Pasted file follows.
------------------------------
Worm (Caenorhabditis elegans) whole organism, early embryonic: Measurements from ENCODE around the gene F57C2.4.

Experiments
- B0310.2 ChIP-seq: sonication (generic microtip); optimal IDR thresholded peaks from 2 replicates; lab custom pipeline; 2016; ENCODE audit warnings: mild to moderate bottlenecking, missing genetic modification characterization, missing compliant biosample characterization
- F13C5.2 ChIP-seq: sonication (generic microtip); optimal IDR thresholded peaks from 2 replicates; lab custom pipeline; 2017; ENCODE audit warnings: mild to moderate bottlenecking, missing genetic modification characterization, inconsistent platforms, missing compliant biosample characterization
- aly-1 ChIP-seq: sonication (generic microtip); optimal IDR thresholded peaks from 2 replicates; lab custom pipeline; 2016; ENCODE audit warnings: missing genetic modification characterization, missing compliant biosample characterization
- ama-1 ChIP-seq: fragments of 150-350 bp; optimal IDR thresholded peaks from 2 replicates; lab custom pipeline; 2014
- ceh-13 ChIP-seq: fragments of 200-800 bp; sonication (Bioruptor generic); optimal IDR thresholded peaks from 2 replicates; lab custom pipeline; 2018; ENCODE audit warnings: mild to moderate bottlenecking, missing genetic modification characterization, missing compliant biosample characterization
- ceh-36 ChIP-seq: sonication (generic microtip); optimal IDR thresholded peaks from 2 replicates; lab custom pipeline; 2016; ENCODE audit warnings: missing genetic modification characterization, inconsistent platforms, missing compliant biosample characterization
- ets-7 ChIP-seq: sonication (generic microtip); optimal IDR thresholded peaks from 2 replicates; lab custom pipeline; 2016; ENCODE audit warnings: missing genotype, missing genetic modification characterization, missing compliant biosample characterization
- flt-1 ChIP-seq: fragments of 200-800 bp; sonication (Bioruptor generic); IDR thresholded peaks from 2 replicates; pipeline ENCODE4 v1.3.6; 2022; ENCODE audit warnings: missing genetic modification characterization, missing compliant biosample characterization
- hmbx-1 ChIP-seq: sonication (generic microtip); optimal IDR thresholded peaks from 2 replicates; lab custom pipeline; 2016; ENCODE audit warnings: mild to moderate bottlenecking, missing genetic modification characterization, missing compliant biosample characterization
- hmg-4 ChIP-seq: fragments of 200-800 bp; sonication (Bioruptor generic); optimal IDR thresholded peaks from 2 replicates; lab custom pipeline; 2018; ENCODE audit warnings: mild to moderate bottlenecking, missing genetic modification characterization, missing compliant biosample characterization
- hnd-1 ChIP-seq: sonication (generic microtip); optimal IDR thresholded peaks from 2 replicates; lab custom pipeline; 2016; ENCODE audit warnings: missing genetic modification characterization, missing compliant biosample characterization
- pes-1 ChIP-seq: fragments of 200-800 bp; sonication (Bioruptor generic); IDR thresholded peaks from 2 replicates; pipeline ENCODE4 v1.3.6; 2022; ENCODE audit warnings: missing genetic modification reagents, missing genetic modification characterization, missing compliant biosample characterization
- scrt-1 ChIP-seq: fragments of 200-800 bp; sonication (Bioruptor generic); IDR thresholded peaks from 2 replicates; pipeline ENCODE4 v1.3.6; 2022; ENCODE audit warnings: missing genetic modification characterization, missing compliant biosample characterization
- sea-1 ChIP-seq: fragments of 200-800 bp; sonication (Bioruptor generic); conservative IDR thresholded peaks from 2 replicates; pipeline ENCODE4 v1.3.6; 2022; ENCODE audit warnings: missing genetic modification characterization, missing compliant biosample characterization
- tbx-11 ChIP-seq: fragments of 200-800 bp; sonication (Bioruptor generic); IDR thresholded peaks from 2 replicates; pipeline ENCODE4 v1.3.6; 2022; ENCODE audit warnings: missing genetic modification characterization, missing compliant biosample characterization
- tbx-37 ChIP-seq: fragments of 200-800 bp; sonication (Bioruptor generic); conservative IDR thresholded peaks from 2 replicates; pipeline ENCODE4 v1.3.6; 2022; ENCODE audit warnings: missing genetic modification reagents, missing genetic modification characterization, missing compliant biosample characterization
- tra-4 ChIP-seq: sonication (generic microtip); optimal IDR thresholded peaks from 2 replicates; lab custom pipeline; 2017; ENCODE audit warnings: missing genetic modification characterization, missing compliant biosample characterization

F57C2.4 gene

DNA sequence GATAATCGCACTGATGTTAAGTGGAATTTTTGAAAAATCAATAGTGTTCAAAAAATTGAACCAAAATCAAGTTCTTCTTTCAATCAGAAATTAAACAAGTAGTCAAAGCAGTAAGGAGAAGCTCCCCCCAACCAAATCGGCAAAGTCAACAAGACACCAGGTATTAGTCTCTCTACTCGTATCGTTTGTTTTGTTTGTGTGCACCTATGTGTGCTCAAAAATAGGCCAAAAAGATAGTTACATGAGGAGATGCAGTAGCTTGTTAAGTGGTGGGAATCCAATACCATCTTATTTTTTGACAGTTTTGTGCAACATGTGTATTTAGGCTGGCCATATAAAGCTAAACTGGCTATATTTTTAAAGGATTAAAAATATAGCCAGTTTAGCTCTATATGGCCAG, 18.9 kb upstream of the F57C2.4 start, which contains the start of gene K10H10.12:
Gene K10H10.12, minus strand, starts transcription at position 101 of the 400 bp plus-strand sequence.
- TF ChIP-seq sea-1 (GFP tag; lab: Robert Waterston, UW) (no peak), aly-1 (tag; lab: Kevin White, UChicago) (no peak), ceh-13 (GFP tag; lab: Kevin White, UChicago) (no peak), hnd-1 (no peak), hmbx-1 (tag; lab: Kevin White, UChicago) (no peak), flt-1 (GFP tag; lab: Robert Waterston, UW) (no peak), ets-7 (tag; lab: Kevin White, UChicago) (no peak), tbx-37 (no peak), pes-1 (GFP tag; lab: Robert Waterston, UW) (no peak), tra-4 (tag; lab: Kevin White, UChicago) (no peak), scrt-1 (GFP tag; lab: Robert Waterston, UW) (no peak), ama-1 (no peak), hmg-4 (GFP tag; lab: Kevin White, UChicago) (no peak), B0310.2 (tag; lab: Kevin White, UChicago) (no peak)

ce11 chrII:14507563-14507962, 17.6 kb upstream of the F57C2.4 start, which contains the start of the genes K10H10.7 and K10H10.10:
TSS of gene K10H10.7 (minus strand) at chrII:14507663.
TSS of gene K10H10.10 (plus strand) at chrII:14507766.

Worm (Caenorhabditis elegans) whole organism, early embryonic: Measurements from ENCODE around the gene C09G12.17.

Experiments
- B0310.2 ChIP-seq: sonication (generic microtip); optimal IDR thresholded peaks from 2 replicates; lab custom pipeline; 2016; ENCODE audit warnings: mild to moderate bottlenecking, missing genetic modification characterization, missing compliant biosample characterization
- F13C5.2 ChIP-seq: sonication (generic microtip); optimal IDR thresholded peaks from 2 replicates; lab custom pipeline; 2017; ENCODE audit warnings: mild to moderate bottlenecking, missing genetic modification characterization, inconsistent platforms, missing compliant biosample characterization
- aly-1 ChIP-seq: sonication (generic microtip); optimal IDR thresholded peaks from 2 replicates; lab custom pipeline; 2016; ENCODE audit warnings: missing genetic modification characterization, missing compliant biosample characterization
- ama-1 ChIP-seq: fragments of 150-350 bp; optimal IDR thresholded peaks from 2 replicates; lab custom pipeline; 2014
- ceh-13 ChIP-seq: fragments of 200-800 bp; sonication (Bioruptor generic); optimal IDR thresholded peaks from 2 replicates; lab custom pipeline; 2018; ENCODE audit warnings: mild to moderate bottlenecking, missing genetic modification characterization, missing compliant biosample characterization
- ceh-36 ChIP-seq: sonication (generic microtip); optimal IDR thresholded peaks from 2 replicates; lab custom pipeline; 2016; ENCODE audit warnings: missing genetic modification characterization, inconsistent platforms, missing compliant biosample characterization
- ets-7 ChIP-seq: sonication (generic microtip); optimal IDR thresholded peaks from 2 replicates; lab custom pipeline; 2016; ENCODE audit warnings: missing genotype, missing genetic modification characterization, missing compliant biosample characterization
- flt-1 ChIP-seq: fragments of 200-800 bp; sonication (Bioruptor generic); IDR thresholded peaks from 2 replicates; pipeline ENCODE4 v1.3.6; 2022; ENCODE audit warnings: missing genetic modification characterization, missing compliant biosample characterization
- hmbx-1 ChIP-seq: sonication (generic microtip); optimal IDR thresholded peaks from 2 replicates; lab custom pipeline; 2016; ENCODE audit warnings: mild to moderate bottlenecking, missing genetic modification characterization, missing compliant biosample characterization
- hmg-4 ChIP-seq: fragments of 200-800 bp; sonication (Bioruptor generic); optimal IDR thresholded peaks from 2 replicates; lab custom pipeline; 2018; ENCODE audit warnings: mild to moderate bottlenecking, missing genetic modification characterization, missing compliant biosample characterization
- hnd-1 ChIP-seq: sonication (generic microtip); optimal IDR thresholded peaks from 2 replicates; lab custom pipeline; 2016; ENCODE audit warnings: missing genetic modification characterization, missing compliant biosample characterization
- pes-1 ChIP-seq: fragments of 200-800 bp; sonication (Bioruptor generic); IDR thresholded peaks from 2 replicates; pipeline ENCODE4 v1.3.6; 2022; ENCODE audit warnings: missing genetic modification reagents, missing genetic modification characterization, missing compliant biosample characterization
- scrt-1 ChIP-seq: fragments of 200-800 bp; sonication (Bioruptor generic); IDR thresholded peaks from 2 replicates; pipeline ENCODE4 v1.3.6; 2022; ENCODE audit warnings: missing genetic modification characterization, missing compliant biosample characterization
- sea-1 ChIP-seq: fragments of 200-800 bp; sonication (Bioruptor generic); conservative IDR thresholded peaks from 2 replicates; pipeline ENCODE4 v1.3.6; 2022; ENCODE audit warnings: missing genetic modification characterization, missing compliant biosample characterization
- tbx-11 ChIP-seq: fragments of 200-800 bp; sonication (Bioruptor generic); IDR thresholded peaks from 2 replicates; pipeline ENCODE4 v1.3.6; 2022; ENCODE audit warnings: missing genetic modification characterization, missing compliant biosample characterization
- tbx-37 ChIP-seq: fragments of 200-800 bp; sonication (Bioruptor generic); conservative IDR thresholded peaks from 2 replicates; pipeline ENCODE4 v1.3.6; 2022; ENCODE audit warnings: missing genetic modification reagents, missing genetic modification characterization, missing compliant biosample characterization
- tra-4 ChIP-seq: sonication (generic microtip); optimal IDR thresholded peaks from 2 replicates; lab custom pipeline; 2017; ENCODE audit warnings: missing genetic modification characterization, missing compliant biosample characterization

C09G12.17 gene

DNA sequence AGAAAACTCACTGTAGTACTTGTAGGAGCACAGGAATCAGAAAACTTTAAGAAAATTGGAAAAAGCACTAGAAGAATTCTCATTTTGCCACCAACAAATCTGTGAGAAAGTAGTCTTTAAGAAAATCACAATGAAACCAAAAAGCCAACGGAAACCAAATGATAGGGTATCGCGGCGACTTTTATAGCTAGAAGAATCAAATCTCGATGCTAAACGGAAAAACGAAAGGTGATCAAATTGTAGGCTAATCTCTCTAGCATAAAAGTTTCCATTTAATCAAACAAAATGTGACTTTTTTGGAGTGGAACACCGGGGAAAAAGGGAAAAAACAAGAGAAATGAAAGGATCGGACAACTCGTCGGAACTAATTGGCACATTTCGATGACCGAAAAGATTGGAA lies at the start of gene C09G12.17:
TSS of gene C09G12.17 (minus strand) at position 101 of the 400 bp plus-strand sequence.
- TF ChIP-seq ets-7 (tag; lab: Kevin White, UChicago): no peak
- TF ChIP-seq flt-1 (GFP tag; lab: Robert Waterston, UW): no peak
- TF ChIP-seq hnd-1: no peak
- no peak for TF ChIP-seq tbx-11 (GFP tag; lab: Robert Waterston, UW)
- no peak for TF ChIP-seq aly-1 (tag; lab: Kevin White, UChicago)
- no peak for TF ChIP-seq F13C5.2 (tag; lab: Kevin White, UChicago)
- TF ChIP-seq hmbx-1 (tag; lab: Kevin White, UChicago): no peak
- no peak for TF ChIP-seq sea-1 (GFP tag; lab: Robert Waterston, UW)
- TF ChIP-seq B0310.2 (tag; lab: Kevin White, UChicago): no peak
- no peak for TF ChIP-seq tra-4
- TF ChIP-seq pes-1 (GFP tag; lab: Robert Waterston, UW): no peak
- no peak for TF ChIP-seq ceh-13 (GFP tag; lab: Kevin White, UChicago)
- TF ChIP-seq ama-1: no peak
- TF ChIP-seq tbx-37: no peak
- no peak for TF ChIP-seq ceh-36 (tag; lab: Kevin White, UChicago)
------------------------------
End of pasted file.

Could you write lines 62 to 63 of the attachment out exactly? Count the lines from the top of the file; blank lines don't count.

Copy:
- TF ChIP-seq tbx-37: no peak
- no peak for TF ChIP-seq ceh-36 (tag; lab: Kevin White, UChicago)